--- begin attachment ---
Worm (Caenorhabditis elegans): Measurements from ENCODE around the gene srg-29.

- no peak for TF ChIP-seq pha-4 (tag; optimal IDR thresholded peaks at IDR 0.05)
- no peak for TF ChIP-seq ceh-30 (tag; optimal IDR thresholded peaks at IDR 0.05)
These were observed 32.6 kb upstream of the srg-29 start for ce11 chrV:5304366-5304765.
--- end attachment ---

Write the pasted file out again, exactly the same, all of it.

Worm (Caenorhabditis elegans): Measurements from ENCODE around the gene srg-29.

- no peak for TF ChIP-seq pha-4 (tag; optimal IDR thresholded peaks at IDR 0.05)
- no peak for TF ChIP-seq ceh-30 (tag; optimal IDR thresholded peaks at IDR 0.05)
These were observed 32.6 kb upstream of the srg-29 start for ce11 chrV:5304366-5304765.